When I read Willy’s post – I definitely had to respond. Respond with my own views on how materials / content should be used in our classrooms – respond with my own thoughts about what I feel is the best way for students and teacher to come together and learn/practice a language.
So here it is – same conversation but I replace Willy and this time we are in the British Library whispering away.
“Dogme is about teaching
(Meddings & Thornbury)
Karenne: What does it mean to us as teachers to go into a classroom materials-light?
David: KISS – Keep It Student Simple. One of the strengths I find new teachers have over “experienced” teachers, is that they many times don’t overthink lesson delivery and content. They don’t throw so much at students, so students are learning more about English instructions than the actual lesson goals. We have to keep it simple – academics tend to obfuscate and make this “teaching language” thing into something so complicated and elaborate. It really is just about getting students to:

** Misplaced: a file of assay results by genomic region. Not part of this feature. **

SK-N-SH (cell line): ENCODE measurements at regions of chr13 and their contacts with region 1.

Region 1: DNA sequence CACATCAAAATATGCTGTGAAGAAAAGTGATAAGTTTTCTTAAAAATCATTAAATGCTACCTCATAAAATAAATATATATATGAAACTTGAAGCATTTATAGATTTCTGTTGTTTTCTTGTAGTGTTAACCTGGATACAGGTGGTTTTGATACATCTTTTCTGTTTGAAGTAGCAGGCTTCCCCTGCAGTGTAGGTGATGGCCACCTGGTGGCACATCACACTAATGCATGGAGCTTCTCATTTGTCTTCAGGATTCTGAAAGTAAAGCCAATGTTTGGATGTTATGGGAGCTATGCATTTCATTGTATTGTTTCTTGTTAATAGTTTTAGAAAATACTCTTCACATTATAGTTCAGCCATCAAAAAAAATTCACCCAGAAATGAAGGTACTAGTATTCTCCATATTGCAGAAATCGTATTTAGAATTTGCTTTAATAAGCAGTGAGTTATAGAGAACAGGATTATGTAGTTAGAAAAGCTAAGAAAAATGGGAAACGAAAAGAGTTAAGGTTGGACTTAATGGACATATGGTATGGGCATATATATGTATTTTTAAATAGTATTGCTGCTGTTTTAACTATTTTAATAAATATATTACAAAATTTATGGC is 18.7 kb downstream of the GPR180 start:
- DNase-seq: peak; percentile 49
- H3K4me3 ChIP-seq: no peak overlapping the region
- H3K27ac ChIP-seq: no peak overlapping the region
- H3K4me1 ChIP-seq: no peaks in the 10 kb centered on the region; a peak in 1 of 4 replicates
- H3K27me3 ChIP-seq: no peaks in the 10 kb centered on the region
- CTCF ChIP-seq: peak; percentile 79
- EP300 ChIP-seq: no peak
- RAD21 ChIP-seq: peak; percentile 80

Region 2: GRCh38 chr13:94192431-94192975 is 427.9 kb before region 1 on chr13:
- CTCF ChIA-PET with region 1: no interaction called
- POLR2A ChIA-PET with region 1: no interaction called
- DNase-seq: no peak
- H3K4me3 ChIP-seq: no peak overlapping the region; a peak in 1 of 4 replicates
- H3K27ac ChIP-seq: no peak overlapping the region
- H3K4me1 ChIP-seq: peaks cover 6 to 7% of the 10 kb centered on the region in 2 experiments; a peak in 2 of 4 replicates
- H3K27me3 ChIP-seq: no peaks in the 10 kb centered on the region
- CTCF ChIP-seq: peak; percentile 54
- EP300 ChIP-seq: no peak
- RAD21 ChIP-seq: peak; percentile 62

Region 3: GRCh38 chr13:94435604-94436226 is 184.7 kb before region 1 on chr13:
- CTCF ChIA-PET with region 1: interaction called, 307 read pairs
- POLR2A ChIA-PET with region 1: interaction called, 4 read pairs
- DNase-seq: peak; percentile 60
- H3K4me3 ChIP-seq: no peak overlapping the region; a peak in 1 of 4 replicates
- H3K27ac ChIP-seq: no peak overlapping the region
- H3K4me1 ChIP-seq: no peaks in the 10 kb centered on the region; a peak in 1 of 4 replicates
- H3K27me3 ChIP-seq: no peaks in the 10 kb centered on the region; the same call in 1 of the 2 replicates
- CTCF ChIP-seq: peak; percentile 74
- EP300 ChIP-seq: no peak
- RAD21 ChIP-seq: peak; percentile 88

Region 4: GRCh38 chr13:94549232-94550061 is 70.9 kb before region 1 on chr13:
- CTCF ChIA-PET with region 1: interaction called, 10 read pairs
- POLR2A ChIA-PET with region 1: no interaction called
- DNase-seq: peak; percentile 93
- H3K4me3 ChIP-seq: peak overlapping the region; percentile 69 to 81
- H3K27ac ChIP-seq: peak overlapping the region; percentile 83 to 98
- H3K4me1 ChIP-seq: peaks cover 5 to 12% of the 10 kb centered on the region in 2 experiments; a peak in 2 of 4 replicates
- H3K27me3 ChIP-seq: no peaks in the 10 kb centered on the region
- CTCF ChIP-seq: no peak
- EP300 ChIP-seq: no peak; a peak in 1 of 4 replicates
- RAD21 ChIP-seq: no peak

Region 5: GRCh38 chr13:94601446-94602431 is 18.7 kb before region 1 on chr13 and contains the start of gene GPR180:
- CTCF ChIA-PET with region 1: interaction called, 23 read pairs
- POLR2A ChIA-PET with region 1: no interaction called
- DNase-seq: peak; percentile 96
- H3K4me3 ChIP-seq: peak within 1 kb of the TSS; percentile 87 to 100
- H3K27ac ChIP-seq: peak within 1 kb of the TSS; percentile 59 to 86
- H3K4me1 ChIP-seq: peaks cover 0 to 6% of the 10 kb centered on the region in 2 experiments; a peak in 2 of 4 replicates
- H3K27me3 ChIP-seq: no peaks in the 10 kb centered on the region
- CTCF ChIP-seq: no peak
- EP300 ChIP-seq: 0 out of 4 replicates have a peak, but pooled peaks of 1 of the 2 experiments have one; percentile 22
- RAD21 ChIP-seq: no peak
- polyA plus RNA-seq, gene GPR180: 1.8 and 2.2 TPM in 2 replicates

a) open their mouths and say meaningful things (communicate)
b) getting students to notice language and be aware of the learning process.
I totally agree with Dogme teaching, if it is about being “materials light”. However, it tends to become dogmatic (forgive the pun) and stray from this. This is how I’ve read the message boards and unplugged articles. It focuses energy too much on “Don’t” rather than “Do”. I’ll also add that I think “materials light” should mean that it is the students’ that create the content and lesson material. In and of and from their own level and world. The teacher provides a format for which this play will unfurl.